Drones

I published this piece in the Irish Times on April 27th last

Norma Jean Dougherty worked in a factory near Van Nuys airport in Los Angeles, which manufactured the first mass-produced radio controlled aircraft models for use by the US Army and Navy. About 15,000 were produced during the second World War, primarily for target practice. Ms Dougherty was picked out by an army photographer sent to collect pictures to show the commitment of women in the war effort. She was subsequently invited to a screen test, and changed her name to Marilyn Monroe.

Unmanned aerial vehicles (or UAVs) have evolved in the seventy years since into one of the most potent armaments with the US, Israeli and several other armed forces. We have learnt of real time surveillance feeds using high resolution video, then subsequent surprise missile attacks targeting specific individuals and small groups, but not infrequently causing the death of entire families, groups and bystanders.

The level of automation in military UAVs is becoming sophisticated, and matches the capabilities of elite military pilots: UAVs have taken off and landed on aircraft carriers; been refuelled in-flight; and conducted stealth low altitude missions. The public came to understand the potency of automated cruise missiles over manned flight during the 2003 US-led Iraq invasion, when Tomahawk missiles guided themselves to pre-configured targets. Today, some military UAVs can operate almost completely autonomously, cruising around to opportunistically identify and destroy categories of targets without human intervention in the real time decision.

Military use of high technology frequently subsequently leads to civilian application: the computer itself, the internet, semiconductor chips, and GPS navigation are amongst many examples. UAVs, now called drones in civilian application, are a new market rich for innovation, venture capital investment, and disruptive change. Quadcopters – having four small propellers mounted at points of a square – are stable in flight even under moderate turbulent wind conditions, can hover, and can be preconfigured to flight paths using GPS navigation. They can carry a high definition video camera, providing a real time feed from the camera back to a smart phone or tablet, and can automatically fly themselves back home if they lose contact. Quadcopters, and variations, provide a foundation for multiple commercial opportunities.

It was not that long ago that many of us were concerned by the sudden proliferation of CCTV cameras at our street corners, and the implications for our personal privacy. Today, CCTV cameras are largely accepted by the public because of the deterrence such surveillance gives over crime, including attacks on individuals. Similarly, while we might today be annoyed and alarmed to see a quadcopter drone hovering over a street, one can envisage how this might change in just a few years time. Gardai and police forces worldwide could enhance their protection of the public and property by continuous, automated, and near-silent surveillance. Detecting petty crime in housing estates, following fleeing criminals, and night time surveillance using infra-red cameras are becoming feasible at large scale by using relatively low cost drones – certainly at a larger scale and at a much lower cost than a few police helicopters.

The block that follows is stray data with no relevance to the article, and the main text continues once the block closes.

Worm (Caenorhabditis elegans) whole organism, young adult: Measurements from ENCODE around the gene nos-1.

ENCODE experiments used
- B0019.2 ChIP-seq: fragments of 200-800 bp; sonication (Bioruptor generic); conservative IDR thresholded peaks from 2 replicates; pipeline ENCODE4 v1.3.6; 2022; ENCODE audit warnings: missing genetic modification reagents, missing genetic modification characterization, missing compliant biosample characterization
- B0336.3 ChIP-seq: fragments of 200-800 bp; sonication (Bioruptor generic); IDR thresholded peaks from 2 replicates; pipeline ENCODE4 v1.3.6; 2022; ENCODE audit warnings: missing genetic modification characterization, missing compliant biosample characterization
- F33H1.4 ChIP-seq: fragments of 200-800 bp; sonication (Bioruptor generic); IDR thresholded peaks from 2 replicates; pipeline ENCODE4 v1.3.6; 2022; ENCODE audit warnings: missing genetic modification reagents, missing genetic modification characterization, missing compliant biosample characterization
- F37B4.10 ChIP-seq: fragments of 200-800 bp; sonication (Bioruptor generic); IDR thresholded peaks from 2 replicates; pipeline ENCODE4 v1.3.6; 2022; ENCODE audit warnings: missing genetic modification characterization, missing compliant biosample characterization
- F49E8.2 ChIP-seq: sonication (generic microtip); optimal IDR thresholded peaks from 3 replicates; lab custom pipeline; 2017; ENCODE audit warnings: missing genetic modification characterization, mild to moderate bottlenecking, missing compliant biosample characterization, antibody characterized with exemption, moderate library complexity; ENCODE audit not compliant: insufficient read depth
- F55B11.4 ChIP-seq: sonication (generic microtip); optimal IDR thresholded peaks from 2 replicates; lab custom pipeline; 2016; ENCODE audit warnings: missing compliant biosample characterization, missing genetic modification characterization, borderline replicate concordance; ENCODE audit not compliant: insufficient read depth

Drones are already in common use for agriculture in particular in both Japan and New Zealand. Precision agriculture provides crop seeding, spraying, and monitoring at relatively low operating cost, with low wastage and contamination. Drones can map individual trees across entire forests, identifying the optimal locations and timing for harvest and – critically – early detection of forest fire outbreaks. Heavy lift drones are naturally being developed for fire fighting.

DHL in Germany has been using drones for automated regular parcel delivery service to some North Sea islands since last autumn. One can envisage drones being similarly used around the Irish coastline to offshore communities. Amazon, Google and others are known to be developing delivery services by drone for widespread use.

The current generation of drones struggle in high wind conditions, such as frequently occur in Irish weather. Some quadcopter prototypes have overcome this by studying the detailed flight behaviour of moths and other insects. NASA is now using drones for hurricane and tornado research. These innovations, and others including collision avoidance, in drone avionics will doubtless be incorporated into commercial drones in the near future.

Smart phones have led to the “selfie” phenomena of self portraits with interesting backgrounds. The “selfie stick” – a pole on which a smart phone can be attached – is a becoming a common sight amongst tourists. But selfies are now uncool amongst the technology cognoscenti – much better is a “dronie”, a self photograph or video clip taken by drone. An enterprising New Zealand company already offers skiers dronies of them skiing amongst the wonderful scenery. One can envisage similar opportunities for commercial photographers and studios for leisure activities and tourism here in Ireland.

Real time video from a mobile high resolution camera controllable in three dimensions, and real time video projection onto surfaces including buildings, brings fun to the public and interesting opportunities for the entertainment industry. Hollywood gets to meet the citizen. Although not necessarily discussing innovation at the time, Marilyn Monroe did astutely comment: “If I had observed all the rules, I’ld never have got anywhere.”

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About chrisjhorn

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